Some students and instructors fly a VFR cross-country flight in the sim before they try it in the airplane. “It’s great for them to run through everything in the sim before going out in the real plane,” Blankemeier said. “For more advanced students, the sim is a great place to introduce slowly deteriorating weather on a VFR cross-country lesson. It’s interesting to see how far they will go before diverting.” Of course, there is a wide range of quality and realism of the displays with various flight training devices. Much of what we’re discussing here requires an advanced sim that can realistically perform the maneuvers. “We also effectively practice soft- and short-field takeoffs and landings in our sim. It’s one thing to pretend a runway is short when practicing in the airplane, but it’s really something to see that short runway with trees on the other end on short final. The amazing graphics and full motion of the Redbird MCX make it quite realistic. Our students sometimes even practice short-field landings on an aircraft carrier,” Blankemeier said.

The sim also provides a great opportunity to experience big airports such as SFO, LAX, and JFK while reviewing basic concepts like VOR navigation with experienced pilots. “With GPS being so prevalent these days, we’ve found that some pilots have gone years without actually tracking outbound (FROM) a VOR radial. Everything they do is TO/TO GPS navigation. We like to practice these types of ‘basics’ while operating to and from airports that GA pilots don’t usually get to see,” Blankemeier said.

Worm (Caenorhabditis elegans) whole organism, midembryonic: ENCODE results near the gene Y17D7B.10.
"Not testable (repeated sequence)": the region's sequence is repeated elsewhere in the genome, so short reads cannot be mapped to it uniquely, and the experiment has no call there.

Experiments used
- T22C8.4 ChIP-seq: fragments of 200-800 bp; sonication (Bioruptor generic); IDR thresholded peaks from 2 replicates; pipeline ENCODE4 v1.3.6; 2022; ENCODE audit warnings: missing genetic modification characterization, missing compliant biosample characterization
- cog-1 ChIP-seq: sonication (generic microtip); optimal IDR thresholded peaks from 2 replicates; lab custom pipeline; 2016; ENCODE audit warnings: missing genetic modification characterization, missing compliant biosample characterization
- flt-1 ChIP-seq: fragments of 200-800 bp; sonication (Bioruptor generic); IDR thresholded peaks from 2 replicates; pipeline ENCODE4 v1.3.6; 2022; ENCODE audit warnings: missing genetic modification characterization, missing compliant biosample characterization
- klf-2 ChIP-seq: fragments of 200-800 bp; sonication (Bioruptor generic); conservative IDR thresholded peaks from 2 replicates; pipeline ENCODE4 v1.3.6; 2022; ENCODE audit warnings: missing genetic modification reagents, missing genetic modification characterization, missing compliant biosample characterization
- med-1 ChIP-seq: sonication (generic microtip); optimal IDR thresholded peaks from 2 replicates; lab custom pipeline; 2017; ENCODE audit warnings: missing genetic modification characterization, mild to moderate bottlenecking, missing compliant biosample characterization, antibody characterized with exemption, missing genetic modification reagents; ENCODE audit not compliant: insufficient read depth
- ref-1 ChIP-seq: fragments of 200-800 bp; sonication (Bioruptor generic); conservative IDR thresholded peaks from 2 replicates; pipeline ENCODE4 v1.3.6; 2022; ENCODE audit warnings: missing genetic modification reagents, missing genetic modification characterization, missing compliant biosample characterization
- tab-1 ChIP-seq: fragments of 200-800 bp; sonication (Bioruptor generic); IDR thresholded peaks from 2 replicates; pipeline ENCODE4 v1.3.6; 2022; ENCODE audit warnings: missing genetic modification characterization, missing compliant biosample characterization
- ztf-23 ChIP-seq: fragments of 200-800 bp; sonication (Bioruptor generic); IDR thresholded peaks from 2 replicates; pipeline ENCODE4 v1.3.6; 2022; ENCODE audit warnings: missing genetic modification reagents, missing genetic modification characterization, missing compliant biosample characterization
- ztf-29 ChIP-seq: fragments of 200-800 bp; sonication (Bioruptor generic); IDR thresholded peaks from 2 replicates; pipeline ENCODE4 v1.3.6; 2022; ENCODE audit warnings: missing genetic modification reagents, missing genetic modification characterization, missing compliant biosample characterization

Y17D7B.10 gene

McAir Aviation also effectively utilizes the simulator in marketing efforts. “We give our prospective students a few minutes at the controls during their initial tour of our facility. It’s a great no-cost way to give them some stick time and help encourage their dream of learning to fly,” Hulme said.

When asked about challenges related to the simulator, Hulme said, “Getting new instructors on board can be a challenge as they are eager to get into the air with their students. Once instructors see how much sim training benefits their students, they change their tune. Some of our instructors have been very creative with the scenarios they have developed for the sim. When the other instructors see that, they get excited too.” McAir Aviation also follows a set training syllabus that dictates which lessons are to be conducted in the sim. This gets new instructors on track right away and quickly helps them see the benefits.

Another challenge is the misconceptions related to the hours that can be logged in a flight training device. It’s true that the FAA limits the hours that can be counted in the sim, but most flight schools are not completing students at FAA minimums anyway. Why not do those “extra hours” in the sim? Hulme explained, “We actually do a significant amount of private pilot training in the sim. Only a few hours can officially be counted, but down the road those hours can be used toward other certificates. For example, under Part 61, 50 of the 250 hours of required flight time can be performed in a qualified flight simulator, and everything from the student’s first lesson counts.”

If your sim is more than a few years old, it might be time to invest in an upgrade. If you do not yet have a sim, I hope this article has helped you see the value a sim can bring to your operation.

Jim Pitman has been a flight instructor since 1997. He has been a Part 141 chief flight instructor, Cessna Pilot Center regional manager, and Arizona Flight Instructor of the Year. He flies the Canadair Regional Jet for a U.S. carrier while operating his own flight training business. Connect with Jim at his website.